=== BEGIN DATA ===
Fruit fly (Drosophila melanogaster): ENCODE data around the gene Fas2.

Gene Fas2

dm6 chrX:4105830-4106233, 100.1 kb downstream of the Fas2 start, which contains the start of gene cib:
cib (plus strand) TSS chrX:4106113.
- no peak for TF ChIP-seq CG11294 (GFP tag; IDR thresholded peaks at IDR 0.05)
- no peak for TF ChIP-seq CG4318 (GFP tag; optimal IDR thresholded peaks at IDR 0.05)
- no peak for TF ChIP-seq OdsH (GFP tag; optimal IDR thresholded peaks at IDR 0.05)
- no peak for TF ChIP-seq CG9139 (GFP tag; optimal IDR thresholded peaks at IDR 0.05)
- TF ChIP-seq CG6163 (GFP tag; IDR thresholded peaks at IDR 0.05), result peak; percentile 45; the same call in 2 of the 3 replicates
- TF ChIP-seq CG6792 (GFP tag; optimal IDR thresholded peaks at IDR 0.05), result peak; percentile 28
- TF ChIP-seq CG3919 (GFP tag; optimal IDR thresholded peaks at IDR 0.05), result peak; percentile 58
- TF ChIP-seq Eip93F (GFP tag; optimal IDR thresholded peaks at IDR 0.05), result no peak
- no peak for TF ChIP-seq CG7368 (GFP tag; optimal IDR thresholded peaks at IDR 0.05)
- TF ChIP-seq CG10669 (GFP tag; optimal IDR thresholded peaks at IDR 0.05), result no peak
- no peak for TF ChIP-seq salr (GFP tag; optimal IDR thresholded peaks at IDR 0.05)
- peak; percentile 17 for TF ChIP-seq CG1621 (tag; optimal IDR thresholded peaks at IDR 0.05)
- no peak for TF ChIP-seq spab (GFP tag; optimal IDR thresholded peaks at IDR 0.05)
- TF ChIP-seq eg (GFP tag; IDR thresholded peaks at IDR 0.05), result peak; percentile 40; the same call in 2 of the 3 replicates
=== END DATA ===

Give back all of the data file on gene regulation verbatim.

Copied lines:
Fruit fly (Drosophila melanogaster): ENCODE data around the gene Fas2.

Gene Fas2

dm6 chrX:4105830-4106233, 100.1 kb downstream of the Fas2 start, which contains the start of gene cib:
cib (plus strand) TSS chrX:4106113.
- no peak for TF ChIP-seq CG11294 (GFP tag; IDR thresholded peaks at IDR 0.05)
- no peak for TF ChIP-seq CG4318 (GFP tag; optimal IDR thresholded peaks at IDR 0.05)
- no peak for TF ChIP-seq OdsH (GFP tag; optimal IDR thresholded peaks at IDR 0.05)
- no peak for TF ChIP-seq CG9139 (GFP tag; optimal IDR thresholded peaks at IDR 0.05)
- TF ChIP-seq CG6163 (GFP tag; IDR thresholded peaks at IDR 0.05), result peak; percentile 45; the same call in 2 of the 3 replicates
- TF ChIP-seq CG6792 (GFP tag; optimal IDR thresholded peaks at IDR 0.05), result peak; percentile 28
- TF ChIP-seq CG3919 (GFP tag; optimal IDR thresholded peaks at IDR 0.05), result peak; percentile 58
- TF ChIP-seq Eip93F (GFP tag; optimal IDR thresholded peaks at IDR 0.05), result no peak
- no peak for TF ChIP-seq CG7368 (GFP tag; optimal IDR thresholded peaks at IDR 0.05)
- TF ChIP-seq CG10669 (GFP tag; optimal IDR thresholded peaks at IDR 0.05), result no peak
- no peak for TF ChIP-seq salr (GFP tag; optimal IDR thresholded peaks at IDR 0.05)
- peak; percentile 17 for TF ChIP-seq CG1621 (tag; optimal IDR thresholded peaks at IDR 0.05)
- no peak for TF ChIP-seq spab (GFP tag; optimal IDR thresholded peaks at IDR 0.05)
- TF ChIP-seq eg (GFP tag; IDR thresholded peaks at IDR 0.05), result peak; percentile 40; the same call in 2 of the 3 replicates